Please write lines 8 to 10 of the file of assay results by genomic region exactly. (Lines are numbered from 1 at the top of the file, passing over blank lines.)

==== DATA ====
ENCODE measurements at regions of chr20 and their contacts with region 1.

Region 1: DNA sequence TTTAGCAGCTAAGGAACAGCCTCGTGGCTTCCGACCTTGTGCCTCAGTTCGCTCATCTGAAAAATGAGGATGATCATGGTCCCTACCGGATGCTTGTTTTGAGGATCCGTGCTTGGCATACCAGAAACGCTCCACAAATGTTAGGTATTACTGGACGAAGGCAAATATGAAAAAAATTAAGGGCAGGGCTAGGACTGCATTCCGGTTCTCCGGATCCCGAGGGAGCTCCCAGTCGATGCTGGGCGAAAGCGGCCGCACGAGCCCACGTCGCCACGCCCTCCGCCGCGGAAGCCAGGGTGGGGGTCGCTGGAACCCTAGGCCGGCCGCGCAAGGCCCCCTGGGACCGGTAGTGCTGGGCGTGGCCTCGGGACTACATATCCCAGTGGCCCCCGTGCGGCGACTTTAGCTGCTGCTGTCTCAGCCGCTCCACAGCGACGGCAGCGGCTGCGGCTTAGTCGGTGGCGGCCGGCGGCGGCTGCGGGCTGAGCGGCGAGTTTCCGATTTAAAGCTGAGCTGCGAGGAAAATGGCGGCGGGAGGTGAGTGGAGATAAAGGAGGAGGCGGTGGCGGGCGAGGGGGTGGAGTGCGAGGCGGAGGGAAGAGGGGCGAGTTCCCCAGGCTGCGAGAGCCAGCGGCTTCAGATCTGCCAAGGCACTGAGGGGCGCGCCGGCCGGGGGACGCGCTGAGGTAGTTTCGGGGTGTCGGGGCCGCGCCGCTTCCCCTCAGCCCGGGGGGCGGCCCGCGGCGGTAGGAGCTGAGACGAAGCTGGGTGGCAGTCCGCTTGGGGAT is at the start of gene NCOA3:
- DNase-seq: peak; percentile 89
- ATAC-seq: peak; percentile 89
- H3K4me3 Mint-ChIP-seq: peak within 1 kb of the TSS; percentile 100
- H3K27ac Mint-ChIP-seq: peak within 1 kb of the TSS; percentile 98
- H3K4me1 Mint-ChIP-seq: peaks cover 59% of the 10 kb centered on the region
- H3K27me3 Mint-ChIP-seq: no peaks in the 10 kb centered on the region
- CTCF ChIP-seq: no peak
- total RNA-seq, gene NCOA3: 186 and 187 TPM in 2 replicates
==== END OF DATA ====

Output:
- H3K27me3 Mint-ChIP-seq: no peaks in the 10 kb centered on the region
- CTCF ChIP-seq: no peak
- total RNA-seq, gene NCOA3: 186 and 187 TPM in 2 replicates